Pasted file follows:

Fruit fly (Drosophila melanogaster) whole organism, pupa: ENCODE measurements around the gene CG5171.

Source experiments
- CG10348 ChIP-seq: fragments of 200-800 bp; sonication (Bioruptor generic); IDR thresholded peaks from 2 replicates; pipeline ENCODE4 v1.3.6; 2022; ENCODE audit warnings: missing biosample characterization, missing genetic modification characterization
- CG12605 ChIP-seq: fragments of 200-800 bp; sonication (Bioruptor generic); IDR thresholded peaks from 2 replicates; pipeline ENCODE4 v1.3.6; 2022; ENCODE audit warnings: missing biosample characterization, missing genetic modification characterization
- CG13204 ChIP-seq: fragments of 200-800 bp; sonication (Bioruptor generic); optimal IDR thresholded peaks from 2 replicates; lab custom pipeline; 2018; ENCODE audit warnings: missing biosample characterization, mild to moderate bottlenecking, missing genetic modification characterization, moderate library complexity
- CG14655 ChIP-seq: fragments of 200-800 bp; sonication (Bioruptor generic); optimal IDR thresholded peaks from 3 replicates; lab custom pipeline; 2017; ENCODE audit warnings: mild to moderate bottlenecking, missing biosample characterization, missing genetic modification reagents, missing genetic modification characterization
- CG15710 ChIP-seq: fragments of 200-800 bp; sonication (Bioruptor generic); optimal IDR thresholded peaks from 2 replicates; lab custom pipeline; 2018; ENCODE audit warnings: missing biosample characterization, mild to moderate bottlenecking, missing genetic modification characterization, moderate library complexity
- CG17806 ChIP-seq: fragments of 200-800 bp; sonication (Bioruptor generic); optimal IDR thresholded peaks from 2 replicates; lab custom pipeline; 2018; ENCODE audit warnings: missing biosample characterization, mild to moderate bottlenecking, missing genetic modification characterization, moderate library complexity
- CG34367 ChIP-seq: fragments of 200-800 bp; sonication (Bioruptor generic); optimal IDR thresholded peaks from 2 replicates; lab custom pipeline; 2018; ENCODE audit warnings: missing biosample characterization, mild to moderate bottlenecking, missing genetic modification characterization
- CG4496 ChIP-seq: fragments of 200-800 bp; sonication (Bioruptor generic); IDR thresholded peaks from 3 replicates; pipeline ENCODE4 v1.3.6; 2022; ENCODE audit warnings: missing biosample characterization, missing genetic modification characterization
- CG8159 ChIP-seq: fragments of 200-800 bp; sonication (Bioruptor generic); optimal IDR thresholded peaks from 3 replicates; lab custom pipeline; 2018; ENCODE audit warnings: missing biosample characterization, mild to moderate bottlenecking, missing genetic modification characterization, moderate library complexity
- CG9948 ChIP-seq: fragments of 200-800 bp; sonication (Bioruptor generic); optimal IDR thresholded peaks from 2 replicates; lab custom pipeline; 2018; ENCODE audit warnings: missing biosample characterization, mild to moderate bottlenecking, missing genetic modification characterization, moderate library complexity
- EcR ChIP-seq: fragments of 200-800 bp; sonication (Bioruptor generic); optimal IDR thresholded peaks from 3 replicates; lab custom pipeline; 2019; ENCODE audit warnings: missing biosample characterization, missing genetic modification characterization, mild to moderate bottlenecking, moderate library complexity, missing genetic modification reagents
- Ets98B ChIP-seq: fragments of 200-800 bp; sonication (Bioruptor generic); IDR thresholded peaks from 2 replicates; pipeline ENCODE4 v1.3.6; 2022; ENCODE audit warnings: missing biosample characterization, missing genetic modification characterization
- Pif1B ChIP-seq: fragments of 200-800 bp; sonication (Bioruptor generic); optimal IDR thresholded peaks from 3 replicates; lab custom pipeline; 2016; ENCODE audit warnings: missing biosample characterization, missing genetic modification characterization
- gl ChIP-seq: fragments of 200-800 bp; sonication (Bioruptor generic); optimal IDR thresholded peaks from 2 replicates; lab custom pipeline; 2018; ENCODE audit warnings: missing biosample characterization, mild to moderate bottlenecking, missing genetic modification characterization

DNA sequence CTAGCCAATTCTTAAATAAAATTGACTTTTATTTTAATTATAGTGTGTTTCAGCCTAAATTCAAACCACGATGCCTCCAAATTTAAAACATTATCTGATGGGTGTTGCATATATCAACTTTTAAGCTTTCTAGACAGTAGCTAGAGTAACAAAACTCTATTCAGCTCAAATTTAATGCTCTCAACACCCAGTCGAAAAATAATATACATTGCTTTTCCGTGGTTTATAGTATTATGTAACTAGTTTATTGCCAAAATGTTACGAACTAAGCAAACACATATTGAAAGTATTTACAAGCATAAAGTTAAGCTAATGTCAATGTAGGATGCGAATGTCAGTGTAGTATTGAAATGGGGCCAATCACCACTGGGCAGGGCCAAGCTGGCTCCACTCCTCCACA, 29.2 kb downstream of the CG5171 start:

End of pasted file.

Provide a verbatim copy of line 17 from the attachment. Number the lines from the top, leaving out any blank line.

DNA sequence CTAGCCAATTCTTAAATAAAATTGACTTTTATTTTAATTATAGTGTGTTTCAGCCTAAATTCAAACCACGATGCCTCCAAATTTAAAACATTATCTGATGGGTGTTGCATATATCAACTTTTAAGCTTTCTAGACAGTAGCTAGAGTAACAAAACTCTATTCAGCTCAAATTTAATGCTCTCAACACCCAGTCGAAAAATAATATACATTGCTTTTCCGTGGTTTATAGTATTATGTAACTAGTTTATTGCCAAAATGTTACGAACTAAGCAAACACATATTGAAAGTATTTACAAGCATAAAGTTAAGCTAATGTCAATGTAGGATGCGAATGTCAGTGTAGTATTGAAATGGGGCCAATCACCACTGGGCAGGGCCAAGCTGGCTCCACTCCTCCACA, 29.2 kb downstream of the CG5171 start: